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Host a Public Meeting

Closeup of pomegranate seeds

Hosting a public meeting is the final step in the seed phase of food council development.

Why host a public meeting?

There are three key reasons to host a public meeting:

  1. Raise awareness about food councils and the context of a community food system
  2. Gauge community interest in a food council
  3. Recruit additional members to the organizing group

What is involved?

Public meetings take on many different forms and processes. Here is one approach that works.   The Community Food Strategies team presents many community meetings across North Carolina. Would you like our help?  Contact us for advice on your meeting or ask us present at a community meeting.

1. Handle meeting logistics

  • Ensure projection equipment is present, and preferably white boards for recording reactions to the presentation
  • Movable chairs helps to form smaller groups for introductions
  • Expect a crowd -Market your meeting and plan accordingly
  • Consider using a Google Form for an RSVP list
  • Print RSVP list for sign-in to save time as people come in
  • Provide nametags to encourage networking
  • Share contact list with participants afterwards
  • Have a way for people to join the organizing group (aka task force)
  • Take pictures

2. Ensure good attendance

List of Food System Voices to Engage
Food System Voices to Engage

There’s no point in a public meeting if those who will be most affected by a council don’t attend.  Some suggestions for ensuring good attendance include:

  •  Brainstorm: Make a list of people or groups that are most affected by the council’s work.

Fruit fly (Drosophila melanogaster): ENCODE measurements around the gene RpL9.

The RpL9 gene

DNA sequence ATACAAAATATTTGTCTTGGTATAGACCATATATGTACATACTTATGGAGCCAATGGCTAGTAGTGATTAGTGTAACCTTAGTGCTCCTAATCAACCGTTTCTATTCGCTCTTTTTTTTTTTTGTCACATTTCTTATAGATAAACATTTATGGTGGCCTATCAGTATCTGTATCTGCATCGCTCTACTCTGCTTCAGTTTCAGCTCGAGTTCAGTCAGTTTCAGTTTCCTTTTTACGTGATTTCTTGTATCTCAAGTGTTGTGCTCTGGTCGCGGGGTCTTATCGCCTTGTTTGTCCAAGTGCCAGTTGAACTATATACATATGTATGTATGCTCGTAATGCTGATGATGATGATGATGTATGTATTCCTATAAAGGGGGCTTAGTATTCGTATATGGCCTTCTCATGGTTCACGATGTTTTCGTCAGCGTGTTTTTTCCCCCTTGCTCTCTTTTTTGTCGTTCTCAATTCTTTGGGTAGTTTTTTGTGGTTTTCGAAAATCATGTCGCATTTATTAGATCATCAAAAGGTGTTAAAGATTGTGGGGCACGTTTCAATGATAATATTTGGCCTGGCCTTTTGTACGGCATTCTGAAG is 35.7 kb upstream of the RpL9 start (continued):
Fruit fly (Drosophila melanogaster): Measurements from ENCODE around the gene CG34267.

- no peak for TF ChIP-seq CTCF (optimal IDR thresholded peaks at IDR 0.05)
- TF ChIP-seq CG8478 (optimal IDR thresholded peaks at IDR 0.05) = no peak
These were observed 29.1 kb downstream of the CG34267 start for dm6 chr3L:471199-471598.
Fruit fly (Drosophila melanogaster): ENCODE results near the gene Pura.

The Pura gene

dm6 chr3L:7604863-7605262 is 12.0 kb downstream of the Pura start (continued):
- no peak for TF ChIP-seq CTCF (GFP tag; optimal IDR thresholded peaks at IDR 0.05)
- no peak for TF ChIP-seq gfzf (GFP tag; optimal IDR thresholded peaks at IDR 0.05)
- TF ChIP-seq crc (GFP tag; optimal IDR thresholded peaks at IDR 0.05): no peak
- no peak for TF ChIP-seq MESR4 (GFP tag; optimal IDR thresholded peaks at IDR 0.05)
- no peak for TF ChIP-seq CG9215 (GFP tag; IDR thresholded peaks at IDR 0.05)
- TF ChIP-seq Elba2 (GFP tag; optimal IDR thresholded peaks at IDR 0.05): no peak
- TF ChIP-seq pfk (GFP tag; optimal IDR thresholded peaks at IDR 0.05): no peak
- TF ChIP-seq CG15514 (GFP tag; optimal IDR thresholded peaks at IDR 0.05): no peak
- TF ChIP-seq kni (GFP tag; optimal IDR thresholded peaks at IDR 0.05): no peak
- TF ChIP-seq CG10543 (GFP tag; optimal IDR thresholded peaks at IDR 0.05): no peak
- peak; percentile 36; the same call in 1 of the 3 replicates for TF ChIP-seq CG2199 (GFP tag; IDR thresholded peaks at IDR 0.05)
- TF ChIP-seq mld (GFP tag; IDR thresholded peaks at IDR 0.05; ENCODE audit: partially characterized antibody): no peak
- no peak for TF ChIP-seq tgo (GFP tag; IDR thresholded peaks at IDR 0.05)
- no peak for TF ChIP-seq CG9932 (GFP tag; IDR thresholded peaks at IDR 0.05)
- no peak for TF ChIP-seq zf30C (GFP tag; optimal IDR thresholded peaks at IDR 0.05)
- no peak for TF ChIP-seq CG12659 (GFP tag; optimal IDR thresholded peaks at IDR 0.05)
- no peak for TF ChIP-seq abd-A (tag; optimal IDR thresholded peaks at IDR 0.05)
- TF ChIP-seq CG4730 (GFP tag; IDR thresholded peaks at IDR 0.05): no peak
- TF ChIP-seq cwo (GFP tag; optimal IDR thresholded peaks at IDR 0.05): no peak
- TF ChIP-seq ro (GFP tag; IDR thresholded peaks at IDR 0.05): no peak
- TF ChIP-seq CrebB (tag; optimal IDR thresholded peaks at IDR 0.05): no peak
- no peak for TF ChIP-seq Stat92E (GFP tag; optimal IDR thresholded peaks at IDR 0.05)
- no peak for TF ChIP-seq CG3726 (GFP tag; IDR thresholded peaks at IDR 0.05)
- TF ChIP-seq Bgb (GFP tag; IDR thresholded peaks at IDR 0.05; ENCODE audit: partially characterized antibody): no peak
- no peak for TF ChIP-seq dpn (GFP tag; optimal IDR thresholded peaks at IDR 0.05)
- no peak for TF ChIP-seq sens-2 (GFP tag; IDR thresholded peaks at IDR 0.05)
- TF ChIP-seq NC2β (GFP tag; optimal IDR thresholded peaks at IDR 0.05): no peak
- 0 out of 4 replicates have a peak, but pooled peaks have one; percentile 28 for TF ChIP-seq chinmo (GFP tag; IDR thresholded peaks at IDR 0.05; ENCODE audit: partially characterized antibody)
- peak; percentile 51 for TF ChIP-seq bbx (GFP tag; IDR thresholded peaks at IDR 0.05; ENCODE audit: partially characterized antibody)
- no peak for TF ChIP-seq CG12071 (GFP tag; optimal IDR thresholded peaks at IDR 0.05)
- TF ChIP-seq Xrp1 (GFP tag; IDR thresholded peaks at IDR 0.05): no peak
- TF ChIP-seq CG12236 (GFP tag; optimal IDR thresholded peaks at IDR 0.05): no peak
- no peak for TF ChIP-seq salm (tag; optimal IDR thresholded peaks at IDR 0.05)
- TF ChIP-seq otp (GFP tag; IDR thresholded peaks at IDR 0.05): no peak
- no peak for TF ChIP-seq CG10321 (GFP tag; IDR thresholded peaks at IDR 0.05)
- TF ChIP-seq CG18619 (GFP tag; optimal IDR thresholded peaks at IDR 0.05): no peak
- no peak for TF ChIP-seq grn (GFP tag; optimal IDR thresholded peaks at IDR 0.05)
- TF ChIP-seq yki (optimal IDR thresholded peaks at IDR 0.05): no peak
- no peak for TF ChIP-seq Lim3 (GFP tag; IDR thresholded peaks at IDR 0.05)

• Divide and conquer:  Use your networks to assign sensible contacts to each other – record assignments in Food Policy Council Voice Tracking Sheet.
  • Plan ahead: Check around for conflicts on the proposed meeting date, give people ample time. For example, if you are inviting city council, managers or commissioners, make sure their schedules are not in conflict with your meeting date.
  • Personal invitations make a difference: Go the extra step and personally  invite stakeholders who will be most influential or have commitment to the community
  • Announce It: newspaper press releases, community boards, paper fliers help reach those who may not be on the internet

3. Design an effective meeting

Food councils are, at their core, about bringing people together to work together – Building working relationships – A public meeting increases connections between community and council, and strengthens the food system at the same time.

  • Build in networking time: Encourage conversations while waiting for the meeting to begin or during breaks.
  • Form small groups:  Groups of 6-8 strangers can introduce themselves and learn what interests others.
  • Provide Context: Present an overview of food councils.
  • Encourage voices: Answer questions and keep your plan flexible.
  • Take a pulse: Request people to share brief reactions (in five words or less – what do you think?).
  • Recruit: Ask interested volunteers for joining the organizing group (aka task force) to identify themselves.
  • Make time for more networking: Encourage people to use the space to continue networking after the meeting.
  • Follow-up: Keep the momentum with a plan to follow-up. Share attendance numbers, reactions, photos, and next steps.

Here are helpful Tools & Resources